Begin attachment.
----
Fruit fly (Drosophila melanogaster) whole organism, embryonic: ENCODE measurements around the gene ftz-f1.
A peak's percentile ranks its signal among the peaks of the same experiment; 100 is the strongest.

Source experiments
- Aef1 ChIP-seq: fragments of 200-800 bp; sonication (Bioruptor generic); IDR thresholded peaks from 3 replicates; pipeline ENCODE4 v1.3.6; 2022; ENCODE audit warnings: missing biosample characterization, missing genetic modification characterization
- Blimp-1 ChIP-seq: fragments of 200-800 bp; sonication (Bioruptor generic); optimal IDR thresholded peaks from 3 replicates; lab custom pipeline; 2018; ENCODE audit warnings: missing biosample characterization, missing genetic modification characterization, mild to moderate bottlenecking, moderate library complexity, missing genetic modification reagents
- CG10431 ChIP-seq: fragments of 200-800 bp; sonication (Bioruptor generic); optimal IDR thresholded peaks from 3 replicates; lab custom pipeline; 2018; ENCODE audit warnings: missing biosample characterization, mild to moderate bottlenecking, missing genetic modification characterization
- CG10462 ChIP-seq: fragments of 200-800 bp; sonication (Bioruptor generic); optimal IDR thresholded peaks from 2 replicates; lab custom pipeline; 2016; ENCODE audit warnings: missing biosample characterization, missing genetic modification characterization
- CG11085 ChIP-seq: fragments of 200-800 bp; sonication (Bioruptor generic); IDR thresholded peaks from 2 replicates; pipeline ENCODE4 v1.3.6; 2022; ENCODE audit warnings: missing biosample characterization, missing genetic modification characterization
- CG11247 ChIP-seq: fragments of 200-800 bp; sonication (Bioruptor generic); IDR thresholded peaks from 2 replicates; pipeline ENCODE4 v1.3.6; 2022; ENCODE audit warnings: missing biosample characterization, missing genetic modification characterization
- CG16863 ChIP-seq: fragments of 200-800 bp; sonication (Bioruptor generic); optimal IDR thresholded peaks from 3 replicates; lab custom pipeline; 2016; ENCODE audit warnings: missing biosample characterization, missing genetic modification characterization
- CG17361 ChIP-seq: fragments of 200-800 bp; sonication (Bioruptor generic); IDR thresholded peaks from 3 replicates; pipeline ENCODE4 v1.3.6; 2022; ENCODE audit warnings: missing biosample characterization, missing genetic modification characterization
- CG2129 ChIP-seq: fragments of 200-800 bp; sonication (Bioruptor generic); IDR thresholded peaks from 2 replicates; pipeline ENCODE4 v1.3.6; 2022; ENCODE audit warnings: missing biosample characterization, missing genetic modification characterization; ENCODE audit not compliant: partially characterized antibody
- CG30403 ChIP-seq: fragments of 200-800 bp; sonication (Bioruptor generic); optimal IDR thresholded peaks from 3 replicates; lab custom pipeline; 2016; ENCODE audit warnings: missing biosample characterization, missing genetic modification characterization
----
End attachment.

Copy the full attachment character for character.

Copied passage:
Fruit fly (Drosophila melanogaster) whole organism, embryonic: ENCODE measurements around the gene ftz-f1.
A peak's percentile ranks its signal among the peaks of the same experiment; 100 is the strongest.

Source experiments
- Aef1 ChIP-seq: fragments of 200-800 bp; sonication (Bioruptor generic); IDR thresholded peaks from 3 replicates; pipeline ENCODE4 v1.3.6; 2022; ENCODE audit warnings: missing biosample characterization, missing genetic modification characterization
- Blimp-1 ChIP-seq: fragments of 200-800 bp; sonication (Bioruptor generic); optimal IDR thresholded peaks from 3 replicates; lab custom pipeline; 2018; ENCODE audit warnings: missing biosample characterization, missing genetic modification characterization, mild to moderate bottlenecking, moderate library complexity, missing genetic modification reagents
- CG10431 ChIP-seq: fragments of 200-800 bp; sonication (Bioruptor generic); optimal IDR thresholded peaks from 3 replicates; lab custom pipeline; 2018; ENCODE audit warnings: missing biosample characterization, mild to moderate bottlenecking, missing genetic modification characterization
- CG10462 ChIP-seq: fragments of 200-800 bp; sonication (Bioruptor generic); optimal IDR thresholded peaks from 2 replicates; lab custom pipeline; 2016; ENCODE audit warnings: missing biosample characterization, missing genetic modification characterization
- CG11085 ChIP-seq: fragments of 200-800 bp; sonication (Bioruptor generic); IDR thresholded peaks from 2 replicates; pipeline ENCODE4 v1.3.6; 2022; ENCODE audit warnings: missing biosample characterization, missing genetic modification characterization
- CG11247 ChIP-seq: fragments of 200-800 bp; sonication (Bioruptor generic); IDR thresholded peaks from 2 replicates; pipeline ENCODE4 v1.3.6; 2022; ENCODE audit warnings: missing biosample characterization, missing genetic modification characterization
- CG16863 ChIP-seq: fragments of 200-800 bp; sonication (Bioruptor generic); optimal IDR thresholded peaks from 3 replicates; lab custom pipeline; 2016; ENCODE audit warnings: missing biosample characterization, missing genetic modification characterization
- CG17361 ChIP-seq: fragments of 200-800 bp; sonication (Bioruptor generic); IDR thresholded peaks from 3 replicates; pipeline ENCODE4 v1.3.6; 2022; ENCODE audit warnings: missing biosample characterization, missing genetic modification characterization
- CG2129 ChIP-seq: fragments of 200-800 bp; sonication (Bioruptor generic); IDR thresholded peaks from 2 replicates; pipeline ENCODE4 v1.3.6; 2022; ENCODE audit warnings: missing biosample characterization, missing genetic modification characterization; ENCODE audit not compliant: partially characterized antibody
- CG30403 ChIP-seq: fragments of 200-800 bp; sonication (Bioruptor generic); optimal IDR thresholded peaks from 3 replicates; lab custom pipeline; 2016; ENCODE audit warnings: missing biosample characterization, missing genetic modification characterization